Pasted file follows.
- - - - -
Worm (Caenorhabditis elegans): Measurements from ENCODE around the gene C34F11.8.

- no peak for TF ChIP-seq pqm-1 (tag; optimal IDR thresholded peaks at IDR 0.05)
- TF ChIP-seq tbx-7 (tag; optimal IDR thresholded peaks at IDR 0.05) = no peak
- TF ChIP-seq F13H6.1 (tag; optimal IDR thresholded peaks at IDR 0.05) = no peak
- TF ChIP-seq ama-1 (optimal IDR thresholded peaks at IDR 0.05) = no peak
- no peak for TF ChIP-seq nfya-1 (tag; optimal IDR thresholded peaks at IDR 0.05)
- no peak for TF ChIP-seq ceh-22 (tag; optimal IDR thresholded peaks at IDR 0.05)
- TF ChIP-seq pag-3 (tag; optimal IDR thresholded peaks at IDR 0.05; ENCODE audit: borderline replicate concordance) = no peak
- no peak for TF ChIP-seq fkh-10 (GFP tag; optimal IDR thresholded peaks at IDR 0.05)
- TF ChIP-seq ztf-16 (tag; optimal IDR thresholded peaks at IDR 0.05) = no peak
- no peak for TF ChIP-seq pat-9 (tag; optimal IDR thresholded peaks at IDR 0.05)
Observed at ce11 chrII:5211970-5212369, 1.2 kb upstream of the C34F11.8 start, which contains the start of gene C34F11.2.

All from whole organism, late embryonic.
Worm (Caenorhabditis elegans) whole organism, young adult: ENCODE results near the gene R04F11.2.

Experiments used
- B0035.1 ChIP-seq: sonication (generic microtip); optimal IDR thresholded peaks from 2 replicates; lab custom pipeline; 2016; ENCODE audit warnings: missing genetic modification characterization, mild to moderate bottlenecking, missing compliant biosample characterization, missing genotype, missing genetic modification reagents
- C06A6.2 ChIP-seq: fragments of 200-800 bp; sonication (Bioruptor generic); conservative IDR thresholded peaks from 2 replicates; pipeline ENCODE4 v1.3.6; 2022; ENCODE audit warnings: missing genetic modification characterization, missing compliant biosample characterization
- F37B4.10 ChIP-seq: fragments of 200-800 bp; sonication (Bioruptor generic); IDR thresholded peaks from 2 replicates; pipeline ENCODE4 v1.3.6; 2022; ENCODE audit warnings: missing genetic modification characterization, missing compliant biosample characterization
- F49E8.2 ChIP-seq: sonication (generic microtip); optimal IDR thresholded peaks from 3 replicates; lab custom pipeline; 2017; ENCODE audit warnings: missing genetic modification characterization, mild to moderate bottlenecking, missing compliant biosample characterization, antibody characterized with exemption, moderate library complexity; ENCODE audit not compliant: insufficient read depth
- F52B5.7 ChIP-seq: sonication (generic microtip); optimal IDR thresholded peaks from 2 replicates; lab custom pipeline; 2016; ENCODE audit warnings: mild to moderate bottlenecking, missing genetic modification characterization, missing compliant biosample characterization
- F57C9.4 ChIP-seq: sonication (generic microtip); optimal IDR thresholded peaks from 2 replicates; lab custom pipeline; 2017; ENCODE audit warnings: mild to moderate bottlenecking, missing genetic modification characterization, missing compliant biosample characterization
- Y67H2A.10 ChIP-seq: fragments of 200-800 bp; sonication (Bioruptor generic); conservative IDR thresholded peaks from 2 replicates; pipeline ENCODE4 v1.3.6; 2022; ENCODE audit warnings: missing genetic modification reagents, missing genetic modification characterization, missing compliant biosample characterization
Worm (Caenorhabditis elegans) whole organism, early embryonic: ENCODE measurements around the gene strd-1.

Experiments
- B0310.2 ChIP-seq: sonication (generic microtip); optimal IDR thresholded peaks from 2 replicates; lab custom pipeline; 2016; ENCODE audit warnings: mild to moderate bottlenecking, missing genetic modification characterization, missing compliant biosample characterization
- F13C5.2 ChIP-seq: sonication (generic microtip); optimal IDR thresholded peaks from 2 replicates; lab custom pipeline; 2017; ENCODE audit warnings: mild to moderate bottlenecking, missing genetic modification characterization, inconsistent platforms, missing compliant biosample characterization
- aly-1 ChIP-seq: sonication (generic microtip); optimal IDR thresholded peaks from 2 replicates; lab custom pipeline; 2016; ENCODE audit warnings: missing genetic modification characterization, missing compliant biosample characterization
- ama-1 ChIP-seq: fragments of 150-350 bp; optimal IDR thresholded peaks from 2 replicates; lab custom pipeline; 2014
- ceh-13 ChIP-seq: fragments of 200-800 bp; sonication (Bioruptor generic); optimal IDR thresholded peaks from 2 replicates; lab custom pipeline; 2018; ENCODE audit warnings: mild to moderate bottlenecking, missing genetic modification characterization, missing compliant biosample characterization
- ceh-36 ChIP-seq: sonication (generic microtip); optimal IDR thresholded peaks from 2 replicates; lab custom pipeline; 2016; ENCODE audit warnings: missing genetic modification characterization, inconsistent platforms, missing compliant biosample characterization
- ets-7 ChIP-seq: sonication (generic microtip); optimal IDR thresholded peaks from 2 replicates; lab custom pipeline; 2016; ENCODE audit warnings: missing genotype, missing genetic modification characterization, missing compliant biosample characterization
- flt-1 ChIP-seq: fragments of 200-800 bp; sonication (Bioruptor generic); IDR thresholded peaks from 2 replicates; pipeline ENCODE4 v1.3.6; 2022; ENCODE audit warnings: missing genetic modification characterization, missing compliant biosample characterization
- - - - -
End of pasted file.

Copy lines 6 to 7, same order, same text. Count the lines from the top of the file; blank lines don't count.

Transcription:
- no peak for TF ChIP-seq nfya-1 (tag; optimal IDR thresholded peaks at IDR 0.05)
- no peak for TF ChIP-seq ceh-22 (tag; optimal IDR thresholded peaks at IDR 0.05)